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News Releases @ TCC



Dr. Velma Scantlebury, the first female African-American transplant surgeon,

to speak during TCC Black History Month, February 2007


HAMPTON ROADS, Va. – (Jan. 8, 2007) – Dr. Velma Scantlebury, the first African- American female transplant surgeon, will share her life story with the Hampton Roads community as part of a series of programs hosted by Tidewater Community College in celebration of Black History Month 2007, Feb. 1-28.


Scantlebury, professor of surgery and director of transplantation services at the University of South Alabama’s Gulf Coast Regional Transplant Center, will explore how to be an agent of change. She will speak on Tuesday, Feb. 6, from 1 to 2 p.m. in the Martin Building, room 2502, on TCC’s Norfolk Campus, and again on Wednesday, Feb. 7, from 12:30 to 1:30 p.m. in the Waterfront Conference Room on TCC’s Portsmouth Campus. This free, public program is sponsored by TCC’s Women’s Center, and is also a part of its Spring 2007 program series, Women Changing the World.


A pioneering physician, Scantlebury has performed more than 200 living donor kidney transplants and more than 500 deceased donor kidney transplants in children and adults. Renowned in the world of medicine, she was selected as one of the Nation’s Top Doctors in America for 2004, and was also named one of the Best Doctors in America for 2003. She received the National Kidney Foundation’s Gift of Life Award for her work with kidney transplantation and minorities. Scantlebury also was named a National Inductee for the 2003 United Negro College Fund’s Hall of Fame Achiever Award.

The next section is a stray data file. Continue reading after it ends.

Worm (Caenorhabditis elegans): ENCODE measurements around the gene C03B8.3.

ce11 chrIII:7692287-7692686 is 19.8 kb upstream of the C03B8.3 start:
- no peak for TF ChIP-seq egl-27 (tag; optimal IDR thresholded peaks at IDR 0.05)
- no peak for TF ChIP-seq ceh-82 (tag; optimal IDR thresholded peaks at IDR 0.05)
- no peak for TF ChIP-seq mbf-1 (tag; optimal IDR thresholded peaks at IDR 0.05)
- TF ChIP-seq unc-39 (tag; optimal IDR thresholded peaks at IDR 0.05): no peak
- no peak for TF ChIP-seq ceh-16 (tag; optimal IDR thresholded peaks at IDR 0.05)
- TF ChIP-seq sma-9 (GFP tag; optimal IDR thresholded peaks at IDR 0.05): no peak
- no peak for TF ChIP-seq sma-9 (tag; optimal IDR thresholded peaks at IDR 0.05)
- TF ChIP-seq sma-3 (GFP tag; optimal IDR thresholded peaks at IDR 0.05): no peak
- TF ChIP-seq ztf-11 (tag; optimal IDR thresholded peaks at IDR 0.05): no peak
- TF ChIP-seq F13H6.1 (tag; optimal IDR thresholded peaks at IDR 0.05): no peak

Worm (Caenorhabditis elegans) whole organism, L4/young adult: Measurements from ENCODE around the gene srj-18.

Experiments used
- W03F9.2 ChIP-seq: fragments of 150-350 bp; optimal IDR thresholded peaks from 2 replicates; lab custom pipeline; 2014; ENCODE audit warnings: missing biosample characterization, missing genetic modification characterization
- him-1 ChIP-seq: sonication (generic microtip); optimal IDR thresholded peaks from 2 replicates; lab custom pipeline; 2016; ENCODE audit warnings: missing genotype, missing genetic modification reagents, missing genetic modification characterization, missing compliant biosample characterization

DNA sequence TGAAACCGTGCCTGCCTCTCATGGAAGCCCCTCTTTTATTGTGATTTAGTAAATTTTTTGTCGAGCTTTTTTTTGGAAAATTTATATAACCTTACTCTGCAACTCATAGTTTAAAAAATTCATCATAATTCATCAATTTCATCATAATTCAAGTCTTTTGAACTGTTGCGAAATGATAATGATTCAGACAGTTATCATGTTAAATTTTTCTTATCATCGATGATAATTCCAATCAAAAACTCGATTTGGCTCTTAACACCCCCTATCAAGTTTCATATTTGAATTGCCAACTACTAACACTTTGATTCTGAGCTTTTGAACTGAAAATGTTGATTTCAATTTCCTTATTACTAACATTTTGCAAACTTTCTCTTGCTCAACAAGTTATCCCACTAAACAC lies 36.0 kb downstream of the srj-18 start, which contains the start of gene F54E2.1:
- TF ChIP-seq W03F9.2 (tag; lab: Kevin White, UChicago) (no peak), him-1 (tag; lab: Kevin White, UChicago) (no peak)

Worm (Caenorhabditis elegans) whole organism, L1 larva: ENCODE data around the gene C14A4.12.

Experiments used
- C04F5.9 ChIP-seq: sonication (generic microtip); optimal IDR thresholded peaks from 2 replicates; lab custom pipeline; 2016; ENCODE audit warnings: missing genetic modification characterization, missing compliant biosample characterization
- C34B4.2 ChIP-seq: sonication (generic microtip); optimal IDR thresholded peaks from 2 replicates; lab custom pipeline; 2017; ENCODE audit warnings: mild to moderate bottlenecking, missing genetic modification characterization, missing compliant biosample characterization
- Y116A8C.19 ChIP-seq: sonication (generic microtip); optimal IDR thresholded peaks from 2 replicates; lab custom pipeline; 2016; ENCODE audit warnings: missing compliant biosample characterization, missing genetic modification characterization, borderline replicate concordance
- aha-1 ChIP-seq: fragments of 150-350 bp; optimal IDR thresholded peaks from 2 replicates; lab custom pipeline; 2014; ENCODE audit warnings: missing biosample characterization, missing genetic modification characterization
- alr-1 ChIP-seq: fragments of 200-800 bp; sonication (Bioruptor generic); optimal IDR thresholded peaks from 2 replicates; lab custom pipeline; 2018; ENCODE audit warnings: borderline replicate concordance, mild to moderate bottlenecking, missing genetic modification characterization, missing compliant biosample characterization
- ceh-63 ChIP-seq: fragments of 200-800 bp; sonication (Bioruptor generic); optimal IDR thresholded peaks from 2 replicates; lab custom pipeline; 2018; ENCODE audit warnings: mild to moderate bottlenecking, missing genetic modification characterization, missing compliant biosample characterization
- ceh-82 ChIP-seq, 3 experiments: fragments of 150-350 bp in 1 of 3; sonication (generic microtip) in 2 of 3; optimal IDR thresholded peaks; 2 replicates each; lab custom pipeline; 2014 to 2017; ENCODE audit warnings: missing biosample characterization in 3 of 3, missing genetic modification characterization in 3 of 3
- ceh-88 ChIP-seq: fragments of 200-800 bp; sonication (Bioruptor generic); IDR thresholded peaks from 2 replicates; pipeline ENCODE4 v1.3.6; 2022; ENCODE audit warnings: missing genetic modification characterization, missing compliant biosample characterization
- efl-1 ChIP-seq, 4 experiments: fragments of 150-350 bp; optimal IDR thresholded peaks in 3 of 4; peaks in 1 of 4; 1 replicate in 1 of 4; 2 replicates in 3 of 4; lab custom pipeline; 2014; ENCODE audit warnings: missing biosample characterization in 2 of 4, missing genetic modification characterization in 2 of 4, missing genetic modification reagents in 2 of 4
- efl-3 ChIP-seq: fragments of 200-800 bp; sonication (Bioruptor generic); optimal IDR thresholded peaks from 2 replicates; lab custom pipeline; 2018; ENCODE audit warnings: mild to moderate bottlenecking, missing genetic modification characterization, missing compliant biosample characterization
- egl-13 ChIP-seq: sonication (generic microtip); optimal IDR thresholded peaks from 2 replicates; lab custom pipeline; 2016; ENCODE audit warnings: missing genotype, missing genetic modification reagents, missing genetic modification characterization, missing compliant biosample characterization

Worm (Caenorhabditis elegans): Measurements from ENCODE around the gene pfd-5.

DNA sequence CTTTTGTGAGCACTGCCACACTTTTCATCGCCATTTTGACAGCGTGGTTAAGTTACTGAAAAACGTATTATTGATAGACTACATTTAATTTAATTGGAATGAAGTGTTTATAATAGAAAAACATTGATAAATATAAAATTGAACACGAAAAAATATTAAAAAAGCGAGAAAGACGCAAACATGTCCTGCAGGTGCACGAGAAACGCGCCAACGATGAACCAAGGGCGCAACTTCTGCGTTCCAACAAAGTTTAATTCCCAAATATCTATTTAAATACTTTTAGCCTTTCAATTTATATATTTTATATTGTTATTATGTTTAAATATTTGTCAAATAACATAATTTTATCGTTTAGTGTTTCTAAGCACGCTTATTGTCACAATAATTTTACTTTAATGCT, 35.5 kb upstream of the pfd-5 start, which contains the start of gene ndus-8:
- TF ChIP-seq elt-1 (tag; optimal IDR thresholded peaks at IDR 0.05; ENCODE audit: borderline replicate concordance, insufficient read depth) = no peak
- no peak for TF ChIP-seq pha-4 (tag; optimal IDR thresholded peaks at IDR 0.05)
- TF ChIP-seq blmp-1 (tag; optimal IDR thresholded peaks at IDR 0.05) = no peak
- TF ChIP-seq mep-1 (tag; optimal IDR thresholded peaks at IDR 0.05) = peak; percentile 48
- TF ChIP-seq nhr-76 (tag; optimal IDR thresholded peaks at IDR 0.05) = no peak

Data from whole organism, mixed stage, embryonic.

For campus maps, directions and a full list of TCC’s Black History Month events, visit, or call TCC’s Information Center at 822-1122.




Laurie White
Media Relations

Tidewater Community College is the second largest of the 23 community colleges in the Commonwealth of Virginia, enrolling more than 37,000 students annually. The 37th largest in the nation’s 1,600 community-college network, TCC ranks among the 50 fastest-growing large community colleges. Founded in 1968 as a part of the Virginia Community College System, the college serves the South Hampton Roads region with campuses in Chesapeake, Norfolk, Portsmouth and Virginia Beach as well as the TCC Jeanne and George Roper Performing Arts Center in the theater district in downtown Norfolk, the Visual Arts Center in Olde Towne Portsmouth and a regional Advanced Technology Center in Virginia Beach. Forty-four percent of the region’s residents attending a college or university in Virginia last fall were enrolled at TCC. For more information, visit